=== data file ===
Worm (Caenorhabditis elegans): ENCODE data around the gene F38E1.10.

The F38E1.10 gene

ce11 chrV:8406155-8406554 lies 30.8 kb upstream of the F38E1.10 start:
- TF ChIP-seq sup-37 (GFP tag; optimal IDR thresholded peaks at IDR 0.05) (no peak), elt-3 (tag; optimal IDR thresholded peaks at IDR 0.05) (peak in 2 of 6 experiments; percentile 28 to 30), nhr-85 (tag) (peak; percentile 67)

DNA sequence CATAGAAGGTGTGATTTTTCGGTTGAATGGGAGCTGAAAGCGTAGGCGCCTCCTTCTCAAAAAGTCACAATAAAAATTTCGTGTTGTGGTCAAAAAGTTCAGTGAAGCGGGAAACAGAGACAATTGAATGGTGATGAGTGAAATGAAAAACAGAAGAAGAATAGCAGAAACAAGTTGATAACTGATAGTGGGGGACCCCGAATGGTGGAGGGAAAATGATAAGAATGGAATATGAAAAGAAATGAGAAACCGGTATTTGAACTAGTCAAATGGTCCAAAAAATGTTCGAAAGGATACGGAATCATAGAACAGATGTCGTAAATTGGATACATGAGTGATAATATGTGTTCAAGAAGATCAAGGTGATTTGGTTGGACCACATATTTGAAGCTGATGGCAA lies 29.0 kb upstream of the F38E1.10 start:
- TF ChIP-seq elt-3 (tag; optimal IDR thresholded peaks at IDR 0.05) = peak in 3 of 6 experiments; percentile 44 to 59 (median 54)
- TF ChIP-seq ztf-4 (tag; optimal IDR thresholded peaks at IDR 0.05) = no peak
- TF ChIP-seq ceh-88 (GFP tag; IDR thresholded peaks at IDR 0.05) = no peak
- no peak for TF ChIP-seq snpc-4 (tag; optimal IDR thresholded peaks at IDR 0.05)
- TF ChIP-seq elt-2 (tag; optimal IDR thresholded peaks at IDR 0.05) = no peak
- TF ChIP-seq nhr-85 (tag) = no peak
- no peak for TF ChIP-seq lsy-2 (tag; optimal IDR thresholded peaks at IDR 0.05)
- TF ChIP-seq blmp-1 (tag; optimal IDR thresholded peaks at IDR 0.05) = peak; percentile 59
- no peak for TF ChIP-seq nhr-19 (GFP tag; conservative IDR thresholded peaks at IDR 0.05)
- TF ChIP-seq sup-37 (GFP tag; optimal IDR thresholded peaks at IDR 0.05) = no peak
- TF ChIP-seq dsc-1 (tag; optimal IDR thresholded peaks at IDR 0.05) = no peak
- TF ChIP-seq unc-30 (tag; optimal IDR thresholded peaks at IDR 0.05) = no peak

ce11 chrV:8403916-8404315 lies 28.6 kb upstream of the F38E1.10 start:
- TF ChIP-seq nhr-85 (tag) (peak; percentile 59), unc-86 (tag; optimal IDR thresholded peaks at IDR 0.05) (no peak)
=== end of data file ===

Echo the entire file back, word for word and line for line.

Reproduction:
Worm (Caenorhabditis elegans): ENCODE data around the gene F38E1.10.

The F38E1.10 gene

ce11 chrV:8406155-8406554 lies 30.8 kb upstream of the F38E1.10 start:
- TF ChIP-seq sup-37 (GFP tag; optimal IDR thresholded peaks at IDR 0.05) (no peak), elt-3 (tag; optimal IDR thresholded peaks at IDR 0.05) (peak in 2 of 6 experiments; percentile 28 to 30), nhr-85 (tag) (peak; percentile 67)

DNA sequence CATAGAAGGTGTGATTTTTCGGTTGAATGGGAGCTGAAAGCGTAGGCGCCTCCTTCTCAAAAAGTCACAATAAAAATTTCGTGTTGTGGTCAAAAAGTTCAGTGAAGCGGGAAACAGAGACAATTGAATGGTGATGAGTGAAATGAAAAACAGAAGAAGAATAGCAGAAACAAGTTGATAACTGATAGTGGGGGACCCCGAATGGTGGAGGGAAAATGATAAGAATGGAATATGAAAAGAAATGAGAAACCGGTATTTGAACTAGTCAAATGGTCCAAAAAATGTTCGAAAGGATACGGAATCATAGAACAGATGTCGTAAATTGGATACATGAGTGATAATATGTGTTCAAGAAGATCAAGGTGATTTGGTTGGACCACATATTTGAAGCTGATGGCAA lies 29.0 kb upstream of the F38E1.10 start:
- TF ChIP-seq elt-3 (tag; optimal IDR thresholded peaks at IDR 0.05) = peak in 3 of 6 experiments; percentile 44 to 59 (median 54)
- TF ChIP-seq ztf-4 (tag; optimal IDR thresholded peaks at IDR 0.05) = no peak
- TF ChIP-seq ceh-88 (GFP tag; IDR thresholded peaks at IDR 0.05) = no peak
- no peak for TF ChIP-seq snpc-4 (tag; optimal IDR thresholded peaks at IDR 0.05)
- TF ChIP-seq elt-2 (tag; optimal IDR thresholded peaks at IDR 0.05) = no peak
- TF ChIP-seq nhr-85 (tag) = no peak
- no peak for TF ChIP-seq lsy-2 (tag; optimal IDR thresholded peaks at IDR 0.05)
- TF ChIP-seq blmp-1 (tag; optimal IDR thresholded peaks at IDR 0.05) = peak; percentile 59
- no peak for TF ChIP-seq nhr-19 (GFP tag; conservative IDR thresholded peaks at IDR 0.05)
- TF ChIP-seq sup-37 (GFP tag; optimal IDR thresholded peaks at IDR 0.05) = no peak
- TF ChIP-seq dsc-1 (tag; optimal IDR thresholded peaks at IDR 0.05) = no peak
- TF ChIP-seq unc-30 (tag; optimal IDR thresholded peaks at IDR 0.05) = no peak

ce11 chrV:8403916-8404315 lies 28.6 kb upstream of the F38E1.10 start:
- TF ChIP-seq nhr-85 (tag) (peak; percentile 59), unc-86 (tag; optimal IDR thresholded peaks at IDR 0.05) (no peak)